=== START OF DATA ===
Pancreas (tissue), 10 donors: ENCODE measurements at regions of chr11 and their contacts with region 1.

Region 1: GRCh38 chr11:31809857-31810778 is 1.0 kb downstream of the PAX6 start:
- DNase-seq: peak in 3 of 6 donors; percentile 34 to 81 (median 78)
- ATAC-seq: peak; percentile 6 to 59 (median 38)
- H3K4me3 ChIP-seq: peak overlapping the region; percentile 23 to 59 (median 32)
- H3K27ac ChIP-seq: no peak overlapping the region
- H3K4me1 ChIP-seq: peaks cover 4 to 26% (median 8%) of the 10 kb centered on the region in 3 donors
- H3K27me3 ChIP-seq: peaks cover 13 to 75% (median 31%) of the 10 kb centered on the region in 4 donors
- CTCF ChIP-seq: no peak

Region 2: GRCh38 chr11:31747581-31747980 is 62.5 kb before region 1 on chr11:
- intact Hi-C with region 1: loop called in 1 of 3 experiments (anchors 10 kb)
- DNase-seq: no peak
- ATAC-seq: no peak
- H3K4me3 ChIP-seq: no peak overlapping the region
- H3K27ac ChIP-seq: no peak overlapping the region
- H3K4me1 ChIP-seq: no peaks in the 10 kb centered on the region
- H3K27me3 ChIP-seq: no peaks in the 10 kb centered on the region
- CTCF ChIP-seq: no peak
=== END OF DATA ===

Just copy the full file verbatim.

Pancreas (tissue), 10 donors: ENCODE measurements at regions of chr11 and their contacts with region 1.

Region 1: GRCh38 chr11:31809857-31810778 is 1.0 kb downstream of the PAX6 start:
- DNase-seq: peak in 3 of 6 donors; percentile 34 to 81 (median 78)
- ATAC-seq: peak; percentile 6 to 59 (median 38)
- H3K4me3 ChIP-seq: peak overlapping the region; percentile 23 to 59 (median 32)
- H3K27ac ChIP-seq: no peak overlapping the region
- H3K4me1 ChIP-seq: peaks cover 4 to 26% (median 8%) of the 10 kb centered on the region in 3 donors
- H3K27me3 ChIP-seq: peaks cover 13 to 75% (median 31%) of the 10 kb centered on the region in 4 donors
- CTCF ChIP-seq: no peak

Region 2: GRCh38 chr11:31747581-31747980 is 62.5 kb before region 1 on chr11:
- intact Hi-C with region 1: loop called in 1 of 3 experiments (anchors 10 kb)
- DNase-seq: no peak
- ATAC-seq: no peak
- H3K4me3 ChIP-seq: no peak overlapping the region
- H3K27ac ChIP-seq: no peak overlapping the region
- H3K4me1 ChIP-seq: no peaks in the 10 kb centered on the region
- H3K27me3 ChIP-seq: no peaks in the 10 kb centered on the region
- CTCF ChIP-seq: no peak